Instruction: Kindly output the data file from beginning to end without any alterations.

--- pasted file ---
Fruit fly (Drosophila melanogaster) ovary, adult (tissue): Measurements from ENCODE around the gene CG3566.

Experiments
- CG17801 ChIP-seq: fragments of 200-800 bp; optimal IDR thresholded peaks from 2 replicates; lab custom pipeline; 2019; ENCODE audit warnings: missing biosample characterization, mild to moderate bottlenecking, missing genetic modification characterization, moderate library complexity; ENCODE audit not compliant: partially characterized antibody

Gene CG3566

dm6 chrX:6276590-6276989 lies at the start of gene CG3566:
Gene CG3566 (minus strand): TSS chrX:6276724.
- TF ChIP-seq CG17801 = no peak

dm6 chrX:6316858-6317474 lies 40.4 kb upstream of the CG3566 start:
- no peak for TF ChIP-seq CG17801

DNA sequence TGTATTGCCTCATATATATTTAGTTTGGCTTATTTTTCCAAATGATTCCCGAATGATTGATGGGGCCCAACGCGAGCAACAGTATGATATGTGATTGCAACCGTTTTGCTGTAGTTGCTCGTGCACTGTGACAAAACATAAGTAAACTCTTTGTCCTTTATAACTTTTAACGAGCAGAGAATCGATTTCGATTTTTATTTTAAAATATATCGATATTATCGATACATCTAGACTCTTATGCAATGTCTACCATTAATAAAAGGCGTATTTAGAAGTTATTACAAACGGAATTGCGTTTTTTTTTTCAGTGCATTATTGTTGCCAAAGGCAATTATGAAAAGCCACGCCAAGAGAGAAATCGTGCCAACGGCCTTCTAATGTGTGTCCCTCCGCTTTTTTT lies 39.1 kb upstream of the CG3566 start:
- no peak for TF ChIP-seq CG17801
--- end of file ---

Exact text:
Fruit fly (Drosophila melanogaster) ovary, adult (tissue): Measurements from ENCODE around the gene CG3566.

Experiments
- CG17801 ChIP-seq: fragments of 200-800 bp; optimal IDR thresholded peaks from 2 replicates; lab custom pipeline; 2019; ENCODE audit warnings: missing biosample characterization, mild to moderate bottlenecking, missing genetic modification characterization, moderate library complexity; ENCODE audit not compliant: partially characterized antibody

Gene CG3566

dm6 chrX:6276590-6276989 lies at the start of gene CG3566:
Gene CG3566 (minus strand): TSS chrX:6276724.
- TF ChIP-seq CG17801 = no peak

dm6 chrX:6316858-6317474 lies 40.4 kb upstream of the CG3566 start:
- no peak for TF ChIP-seq CG17801

DNA sequence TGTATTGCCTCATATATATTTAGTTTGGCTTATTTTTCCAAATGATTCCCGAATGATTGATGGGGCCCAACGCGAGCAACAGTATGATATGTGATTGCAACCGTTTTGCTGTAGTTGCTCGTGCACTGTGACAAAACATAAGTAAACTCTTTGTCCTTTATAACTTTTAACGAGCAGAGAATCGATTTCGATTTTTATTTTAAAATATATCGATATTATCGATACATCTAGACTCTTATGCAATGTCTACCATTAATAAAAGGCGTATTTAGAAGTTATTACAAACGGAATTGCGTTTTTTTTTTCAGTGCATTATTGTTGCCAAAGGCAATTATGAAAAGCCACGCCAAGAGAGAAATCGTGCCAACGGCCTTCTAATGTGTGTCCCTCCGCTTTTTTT lies 39.1 kb upstream of the CG3566 start:
- no peak for TF ChIP-seq CG17801